When You’re Accused of Cheating

If your partner keeps accusing you of cheating it often means they’re projecting their insecurities onto you. They may be misunderstanding a few of your actions, but largely it’s due to trust issues. They may even have possessive traits and try to control you. In more extreme cases, they could be the ones cheating.

My Husband Constantly Accuses Me Of Cheating And Lying | Paul Friedman

They are not ready to let go.

While they might make noises to the contrary, your partner is revealing their trust issues. They don’t trust relationships, they don’t trust themselves, and they are having difficulty trusting what you say and do. They may not see it that way, but this is how it is.

It’s critical to ensure that you’re boundaried, so you’re clear on where you end and they begin. This allows you to own your side of the street so that you can get clear about whether you are, whether it’s consciously or not, triggering your partner’s behaviour?

  • Are you a flirt?
  • Do you blow hot and cold?
  • Do you have a wandering eye?
  • Are you secretive or withdrawn, maybe even emotionally unavailable?
  • Are you engaging with an ex who you know still wants to get back with you? Or do you have an ambiguous friendship where you behave as if you’re their partner?
  • If you’re doing any of the above, as uncomfortable as it might be to hear, you are gaslighting your partner if you’re downplaying or even dismissing their concerns.

    Flirting with others, for example, might seem OK to you because, in your mind, it’s not as if you action it. You might not call it ‘flirting’; you might say that you’re ‘just chatting’ or ‘having a laugh’. But if you’re doing this and then telling your partner that it’s all in their imagination, you’re messing with their head. Same for if you’re calling them insecure, needy or dramatic.

    Humans have a basic need for safety and security, and the above examples are destabilising.

    If you have something to take responsibility for in this, it’s time for an honest conversation with yourself (and them) about what you’re doing together.

    If you’re not doing any of the above, but maybe your partner accuses you of cheating because, for example, you hang out with your friends instead of being with him/her all the time, again, try to get a sense of whether this relationship is workable. They may have very unrealistic expectations.

    While we can be sensitive to someone’s triggers, if we fall into the trap of walking on eggshells, we become less of who we really are.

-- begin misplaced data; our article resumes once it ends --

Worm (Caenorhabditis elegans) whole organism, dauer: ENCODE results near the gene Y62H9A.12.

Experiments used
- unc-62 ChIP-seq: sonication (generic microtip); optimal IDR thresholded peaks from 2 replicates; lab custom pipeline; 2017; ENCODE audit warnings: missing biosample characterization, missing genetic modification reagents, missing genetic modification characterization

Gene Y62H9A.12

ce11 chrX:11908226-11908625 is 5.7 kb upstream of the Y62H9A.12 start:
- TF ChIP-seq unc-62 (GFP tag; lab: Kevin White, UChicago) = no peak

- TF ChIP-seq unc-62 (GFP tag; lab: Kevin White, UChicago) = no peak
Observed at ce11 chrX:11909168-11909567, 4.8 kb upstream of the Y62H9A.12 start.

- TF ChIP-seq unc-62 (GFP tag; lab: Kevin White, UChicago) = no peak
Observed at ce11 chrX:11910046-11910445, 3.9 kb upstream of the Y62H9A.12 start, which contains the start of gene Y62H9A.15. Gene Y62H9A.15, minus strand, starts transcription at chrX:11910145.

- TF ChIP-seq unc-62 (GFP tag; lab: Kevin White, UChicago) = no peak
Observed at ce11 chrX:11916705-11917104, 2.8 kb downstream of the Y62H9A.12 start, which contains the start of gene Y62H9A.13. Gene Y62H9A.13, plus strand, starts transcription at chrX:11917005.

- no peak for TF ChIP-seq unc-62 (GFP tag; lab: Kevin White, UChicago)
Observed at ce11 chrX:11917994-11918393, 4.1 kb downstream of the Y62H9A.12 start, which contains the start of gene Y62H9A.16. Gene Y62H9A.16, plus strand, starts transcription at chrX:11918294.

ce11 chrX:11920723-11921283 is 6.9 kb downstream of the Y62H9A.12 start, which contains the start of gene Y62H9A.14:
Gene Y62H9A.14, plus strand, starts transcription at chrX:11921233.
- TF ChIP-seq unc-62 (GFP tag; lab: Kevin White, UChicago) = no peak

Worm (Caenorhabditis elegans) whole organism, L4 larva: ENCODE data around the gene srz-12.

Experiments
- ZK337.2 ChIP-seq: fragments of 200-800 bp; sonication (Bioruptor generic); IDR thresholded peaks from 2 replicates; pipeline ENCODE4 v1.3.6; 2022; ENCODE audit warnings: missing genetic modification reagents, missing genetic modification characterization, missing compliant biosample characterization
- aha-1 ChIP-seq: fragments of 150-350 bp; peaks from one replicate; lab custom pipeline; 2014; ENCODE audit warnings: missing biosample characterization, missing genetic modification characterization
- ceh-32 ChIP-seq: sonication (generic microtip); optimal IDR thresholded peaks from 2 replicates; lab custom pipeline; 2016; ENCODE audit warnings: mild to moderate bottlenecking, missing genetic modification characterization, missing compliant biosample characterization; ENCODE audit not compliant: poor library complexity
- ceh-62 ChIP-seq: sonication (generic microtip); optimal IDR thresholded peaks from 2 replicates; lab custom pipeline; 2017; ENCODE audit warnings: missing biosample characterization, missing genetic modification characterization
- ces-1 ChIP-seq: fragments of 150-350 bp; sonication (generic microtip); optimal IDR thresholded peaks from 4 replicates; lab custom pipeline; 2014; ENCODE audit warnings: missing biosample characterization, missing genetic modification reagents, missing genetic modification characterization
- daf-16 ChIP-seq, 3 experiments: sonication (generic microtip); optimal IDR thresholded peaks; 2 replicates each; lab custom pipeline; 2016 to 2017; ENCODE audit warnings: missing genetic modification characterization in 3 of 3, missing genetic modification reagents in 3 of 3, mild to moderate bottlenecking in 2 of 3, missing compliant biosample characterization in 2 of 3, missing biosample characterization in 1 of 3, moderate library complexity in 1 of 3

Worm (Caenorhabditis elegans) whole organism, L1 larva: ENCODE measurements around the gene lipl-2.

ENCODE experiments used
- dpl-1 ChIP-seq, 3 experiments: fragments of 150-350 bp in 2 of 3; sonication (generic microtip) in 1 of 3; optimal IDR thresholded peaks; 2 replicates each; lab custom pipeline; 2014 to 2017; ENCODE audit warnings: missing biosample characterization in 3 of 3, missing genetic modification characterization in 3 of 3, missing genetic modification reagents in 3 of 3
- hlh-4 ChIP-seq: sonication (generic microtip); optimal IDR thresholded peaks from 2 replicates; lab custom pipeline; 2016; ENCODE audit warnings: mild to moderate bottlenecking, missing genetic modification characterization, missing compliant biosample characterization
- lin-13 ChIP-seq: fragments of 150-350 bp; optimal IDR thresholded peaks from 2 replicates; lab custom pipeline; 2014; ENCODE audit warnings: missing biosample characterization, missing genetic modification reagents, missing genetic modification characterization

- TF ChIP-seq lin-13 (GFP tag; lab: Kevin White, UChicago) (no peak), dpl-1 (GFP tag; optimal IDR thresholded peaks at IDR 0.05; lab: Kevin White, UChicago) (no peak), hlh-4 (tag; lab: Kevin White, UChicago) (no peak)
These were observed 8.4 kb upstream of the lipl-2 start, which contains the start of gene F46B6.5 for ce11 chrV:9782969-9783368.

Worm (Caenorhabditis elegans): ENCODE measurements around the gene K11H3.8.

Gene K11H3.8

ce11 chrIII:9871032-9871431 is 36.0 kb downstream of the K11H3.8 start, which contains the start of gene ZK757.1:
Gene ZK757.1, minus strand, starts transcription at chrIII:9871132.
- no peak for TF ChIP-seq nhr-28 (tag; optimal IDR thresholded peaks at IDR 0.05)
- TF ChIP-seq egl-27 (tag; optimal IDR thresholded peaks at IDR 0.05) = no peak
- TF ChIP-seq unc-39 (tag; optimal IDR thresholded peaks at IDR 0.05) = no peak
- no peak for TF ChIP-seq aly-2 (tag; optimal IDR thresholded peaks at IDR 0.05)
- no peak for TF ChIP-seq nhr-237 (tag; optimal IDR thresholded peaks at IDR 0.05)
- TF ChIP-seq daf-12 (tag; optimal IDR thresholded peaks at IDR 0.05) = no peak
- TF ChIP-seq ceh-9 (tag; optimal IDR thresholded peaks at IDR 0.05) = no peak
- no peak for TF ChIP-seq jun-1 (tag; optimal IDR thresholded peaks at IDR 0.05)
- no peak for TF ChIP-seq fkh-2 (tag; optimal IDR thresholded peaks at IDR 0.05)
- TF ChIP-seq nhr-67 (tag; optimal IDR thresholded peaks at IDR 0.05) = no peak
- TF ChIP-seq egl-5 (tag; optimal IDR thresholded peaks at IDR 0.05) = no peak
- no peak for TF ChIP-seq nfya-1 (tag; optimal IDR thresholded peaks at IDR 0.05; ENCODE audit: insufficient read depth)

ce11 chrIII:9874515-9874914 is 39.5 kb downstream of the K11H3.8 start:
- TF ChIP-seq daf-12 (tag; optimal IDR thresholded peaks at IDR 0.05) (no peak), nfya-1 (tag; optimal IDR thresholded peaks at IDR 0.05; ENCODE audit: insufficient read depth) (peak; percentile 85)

Been super busy at work lately? Maybe a bit too self-absorbed? Privately worried about something and finding yourself being closed off? Got a surprise in the pipeline and being secretive?

    If your partner isn’t used to the you that you are when you are anxious or overwhelmed, the distance from the lack of communication can be misconstrued as something else.

    Again, you don’t want to put yourself in the position of walking on eggshells. Part of being in a relationship though means needing to be sensitive to each other’s needs and natural insecurities.

    Yes, they could do with not jumping to the worst conclusion, but intimacy is vital to the health and wealth of your relationship. Shutting down cuts that off.

    You might be very aware that you withdraw into yourself when you’re super-stressed or that you need time to download, or that you’re rubbish at asking for help, but your partner isn’t a mind reader.

    Do you know what projection is? It’s taking your hidden feelings, thoughts and actions and then calling them someone else’s.

    And shady folk, so people who at best, take advantage and at worst, abuse you, base their accusations of what they think you’re doing on their actions. It’s just plain ole guilty conscience and gaslighting.

    If your partner is someone who is very fearful about cheating because they were cheated on or they watched their parents’ relationship(s) crumble under it, that’s about their emotional baggage, including their beliefs about relationships.

    Unless you have strong reason to believe that they are cheating (and there will be evidence in their character and actions), don’t assume that their accusations are projections.

    Some people when they find themselves on the receiving end of someone who habitually accuses them of cheating, eventually decide that if the person isn’t going to believe them, they might as well do it anyway. While I understand the frustration, this isn’t the way to handle the situation.

    It’s either time to walk away or tell your partner that in order for the relationship to continue, they need to double down on resolving their issues and commit to the relationship.

    Don’t give them any further chances to take their issues out on you. They’ll step up and address their issues with your support, or the relationship will end.

    Sometimes, someone who is terrified of trusting would rather walk away and feel right than run the risk of the vulnerability of trusting you.

    As a general guideline, if your partner persistently accuses you of cheating, or is consistently jealous and possessive, this is a code red alert. The relationship isn’t healthy. Control is not love.

    You either have to walk away and cut your losses or have such clear and healthy boundaries that this person has to deal with themselves.

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